Most people have very simple wills. They say that when one spouse dies, all of his/her property goes to the surviving spouse and, when they're both gone, all of the property goes to their children. Very straight forward. And, for people with modest estates, these wills work fine.
For people with estates which exceed $5,000,000, however, these wills create thousands of dollars of unnecessary taxes. These simple wills waste an opportunity to keep up to $4,000,000 of assets free of estate taxes. On a $5,000,000 estate, this single error can cost over $900,000.
The solution is to have provisions in your wills or living trust agreements which create a bypass trust (also known as a credit-shelter trust) at the death of the first spouse.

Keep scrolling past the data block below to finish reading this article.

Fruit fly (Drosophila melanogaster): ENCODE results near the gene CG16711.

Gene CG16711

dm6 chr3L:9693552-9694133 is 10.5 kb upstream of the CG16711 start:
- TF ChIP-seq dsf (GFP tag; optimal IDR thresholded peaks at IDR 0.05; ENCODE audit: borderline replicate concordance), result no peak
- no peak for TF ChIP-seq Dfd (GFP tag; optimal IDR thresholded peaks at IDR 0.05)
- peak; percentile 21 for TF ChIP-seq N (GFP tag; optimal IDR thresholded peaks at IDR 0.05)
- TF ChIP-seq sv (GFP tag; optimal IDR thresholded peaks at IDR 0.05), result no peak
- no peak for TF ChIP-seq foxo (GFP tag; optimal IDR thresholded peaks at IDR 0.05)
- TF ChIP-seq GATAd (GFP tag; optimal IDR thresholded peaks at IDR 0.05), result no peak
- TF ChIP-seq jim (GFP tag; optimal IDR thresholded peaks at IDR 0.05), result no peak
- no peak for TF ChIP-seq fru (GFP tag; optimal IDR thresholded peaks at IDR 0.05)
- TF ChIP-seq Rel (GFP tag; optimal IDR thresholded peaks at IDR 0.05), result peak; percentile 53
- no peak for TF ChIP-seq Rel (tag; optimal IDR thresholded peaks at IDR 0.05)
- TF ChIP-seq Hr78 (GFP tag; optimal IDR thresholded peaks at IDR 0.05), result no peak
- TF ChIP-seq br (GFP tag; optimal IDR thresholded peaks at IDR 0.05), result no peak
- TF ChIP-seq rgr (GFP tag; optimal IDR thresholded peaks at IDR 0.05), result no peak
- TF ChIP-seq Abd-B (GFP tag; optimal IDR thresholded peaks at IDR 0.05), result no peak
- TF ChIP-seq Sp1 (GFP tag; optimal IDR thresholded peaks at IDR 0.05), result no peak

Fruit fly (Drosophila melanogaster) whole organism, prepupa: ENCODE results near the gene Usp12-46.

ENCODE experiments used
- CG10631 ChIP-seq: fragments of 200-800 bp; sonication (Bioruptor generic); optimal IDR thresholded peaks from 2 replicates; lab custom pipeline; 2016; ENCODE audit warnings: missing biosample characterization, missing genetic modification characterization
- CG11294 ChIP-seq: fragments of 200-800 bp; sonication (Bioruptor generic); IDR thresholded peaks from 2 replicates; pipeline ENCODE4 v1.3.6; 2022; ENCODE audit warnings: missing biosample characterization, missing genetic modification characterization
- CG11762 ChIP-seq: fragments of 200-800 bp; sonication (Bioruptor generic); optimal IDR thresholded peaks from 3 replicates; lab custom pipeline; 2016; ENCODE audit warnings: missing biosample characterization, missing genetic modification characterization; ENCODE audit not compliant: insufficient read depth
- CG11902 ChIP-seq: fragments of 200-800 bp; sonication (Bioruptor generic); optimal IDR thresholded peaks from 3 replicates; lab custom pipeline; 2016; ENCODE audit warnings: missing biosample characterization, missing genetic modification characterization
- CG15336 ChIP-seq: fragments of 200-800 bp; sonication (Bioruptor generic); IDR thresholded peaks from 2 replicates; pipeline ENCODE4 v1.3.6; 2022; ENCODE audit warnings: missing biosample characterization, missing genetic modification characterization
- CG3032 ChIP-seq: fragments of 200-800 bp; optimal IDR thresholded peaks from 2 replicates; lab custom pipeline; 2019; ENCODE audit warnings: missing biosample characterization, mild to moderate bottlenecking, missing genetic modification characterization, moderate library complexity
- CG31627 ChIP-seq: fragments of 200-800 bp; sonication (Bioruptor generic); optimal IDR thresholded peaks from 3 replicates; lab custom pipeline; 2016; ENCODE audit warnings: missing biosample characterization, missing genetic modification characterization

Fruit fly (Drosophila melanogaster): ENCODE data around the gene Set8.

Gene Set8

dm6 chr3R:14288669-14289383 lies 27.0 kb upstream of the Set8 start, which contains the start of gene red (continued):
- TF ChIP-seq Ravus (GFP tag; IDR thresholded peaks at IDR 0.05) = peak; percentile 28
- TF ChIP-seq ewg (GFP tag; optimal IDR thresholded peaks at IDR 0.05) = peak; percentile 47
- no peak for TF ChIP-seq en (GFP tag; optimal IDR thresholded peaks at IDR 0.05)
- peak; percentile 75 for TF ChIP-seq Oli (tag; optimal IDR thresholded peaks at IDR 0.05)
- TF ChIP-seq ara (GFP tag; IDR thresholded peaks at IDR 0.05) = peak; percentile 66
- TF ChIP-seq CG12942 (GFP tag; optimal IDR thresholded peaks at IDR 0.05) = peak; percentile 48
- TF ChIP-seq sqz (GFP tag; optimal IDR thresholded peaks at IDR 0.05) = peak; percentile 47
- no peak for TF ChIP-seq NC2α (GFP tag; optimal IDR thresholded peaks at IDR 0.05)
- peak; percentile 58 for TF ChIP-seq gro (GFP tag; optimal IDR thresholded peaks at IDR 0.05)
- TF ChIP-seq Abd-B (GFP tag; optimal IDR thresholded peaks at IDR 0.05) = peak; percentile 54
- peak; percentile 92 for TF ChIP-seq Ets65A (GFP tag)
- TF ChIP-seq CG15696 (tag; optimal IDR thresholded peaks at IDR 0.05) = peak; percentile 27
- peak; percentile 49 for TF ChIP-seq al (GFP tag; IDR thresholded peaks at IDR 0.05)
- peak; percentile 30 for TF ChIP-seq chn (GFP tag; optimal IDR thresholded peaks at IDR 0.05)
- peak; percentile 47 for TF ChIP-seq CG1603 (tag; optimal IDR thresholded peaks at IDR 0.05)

If each spouse owns substantially equal property, then bypass trusts can function neatly to avoid estate taxes on up to $4,000,000 of assets. However, if one spouse owns millions and the other spouse has only a small estate, the bypass trust's effect will be largely wasted if the less affluent spouse dies first. To avoid that, spouses should consider the benefits of balancing their property ownerships.
Most people think that their wills control who will get what when they die. Surprisingly, many assets are transferred based on provisions which can contradict but supersede those of a will.